Nasi Lemak in Singapore

Nasi Lemak is one of the most common meals found in Singapore. You can get them in:

  • $1 – $2: Factory packed in banana leaves from random food stalls (like around MRT stations) which comes with a tiny piece of omelette, a tiny deep fried kuning fish, ikan bilis and Nasi Lemak chilli.
  • $3 – $4: Basic plates from hawker centers (Changi Village, Adam Road, Boon Lay Power etc) with choice of your protein from otah to fried chicken wing.
  • $5 – $6: Shopping mall eateries (Crave, Lee Wee Brothers, Qiji etc) which is basically the same as hawker center offerings.
  • $7 – $8: Chinese style which offers many accompanying dishes from standalone shops (Punggol, Chompang) where you can pile up various vegetables, meats and stuff like a regular rice stall, but with coconut rice and Nasi Lemak chilli, hence it is also Nasi Lemak
  • And trending right now is plates from restaurants which goes at a price tag of $12 and up.

Of course each price range has a reason. The basic one is just basic and do not expect meticulous cooking or high quality ingredients. For the $7-$8 range you’re paying for all the meat dishes rather than the Nasi Lemak itself. For the $12+ price range, they typically serve it with traditional selections of sides but offer the best form of each aspect and I really appreciate that. Looking forward to having more good Nasi Lemak around!

For this post I will rate them according to satisfaction level taking into consideration the taste as well as how value for money it is.

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International Muslim Food Stall Nasi Lemak 

This is an example of what you would get at Changi Village. There are 3 stalls selling the same stuff so just go wherever the queue is. I tried all 3 in one sitting and I didn’t find it particularly nice, nothing worth travelling down for if Changi Village isn’t your neighbourhood. This category would belong the to everyday food sort of thing if you live within 5 minutes walking distance, rather than Nasi Lemak of fine standards. (I mean I already expected this before coming, so just stating objectively.)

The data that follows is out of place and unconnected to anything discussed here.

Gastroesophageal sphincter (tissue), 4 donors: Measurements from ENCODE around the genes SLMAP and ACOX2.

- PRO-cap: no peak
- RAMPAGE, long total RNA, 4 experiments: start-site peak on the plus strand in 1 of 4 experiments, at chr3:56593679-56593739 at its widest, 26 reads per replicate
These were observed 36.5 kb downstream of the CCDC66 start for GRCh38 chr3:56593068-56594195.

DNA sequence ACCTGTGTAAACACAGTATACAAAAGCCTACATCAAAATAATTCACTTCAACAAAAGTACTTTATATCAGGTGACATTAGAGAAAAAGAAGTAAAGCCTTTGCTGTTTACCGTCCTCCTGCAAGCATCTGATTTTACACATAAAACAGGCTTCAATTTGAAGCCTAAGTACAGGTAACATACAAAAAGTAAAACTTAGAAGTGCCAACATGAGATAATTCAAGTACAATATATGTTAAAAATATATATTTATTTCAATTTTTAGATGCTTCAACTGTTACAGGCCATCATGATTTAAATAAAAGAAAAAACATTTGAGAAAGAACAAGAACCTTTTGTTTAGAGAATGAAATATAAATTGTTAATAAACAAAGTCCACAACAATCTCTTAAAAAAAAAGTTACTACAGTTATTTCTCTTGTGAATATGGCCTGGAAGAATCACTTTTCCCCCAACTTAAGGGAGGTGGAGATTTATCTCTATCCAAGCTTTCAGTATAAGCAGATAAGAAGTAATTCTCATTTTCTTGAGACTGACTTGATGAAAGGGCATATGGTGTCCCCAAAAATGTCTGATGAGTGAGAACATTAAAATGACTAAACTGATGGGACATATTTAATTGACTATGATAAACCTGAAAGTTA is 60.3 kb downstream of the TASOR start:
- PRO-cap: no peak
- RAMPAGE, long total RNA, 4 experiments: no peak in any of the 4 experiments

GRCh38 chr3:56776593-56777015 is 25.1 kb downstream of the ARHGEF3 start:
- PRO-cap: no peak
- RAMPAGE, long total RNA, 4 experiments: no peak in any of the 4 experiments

Satisfaction level: 3/5 

  • Changi Village Market and Food Centre #01-03, 2 Changi Village Road Singapore 500002
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Boon Lay Power Nasi Lemak – $4

On the other end of the island you have Boon Lay Power Nasi Lemak. I would never go Boon Lay just for this, but they have an outlet in Novena Square 2 which made everything possible. Assuming it’s the same (I wouldn’t know, have not stepped into Boon Lay for years), this one is indeed comparable to Changi Village standard (Westsiders! You have no good reason to go to Changi Village for Nasi Lemak when you have this in Boon Lay.). It’s basically of the same category – great for a everyday cheap meal, but nothing of fine standards. The flavours are pretty much generic of Nasi Lemak, but generic is a good thing. The rice was good, chilli was good, ikan bilis and peanuts really crispy and chicken wing was up expectations. I polished the whole packet and had no regrets over the calories. I even missed the taste enough to buy this a second time within 2 weeks.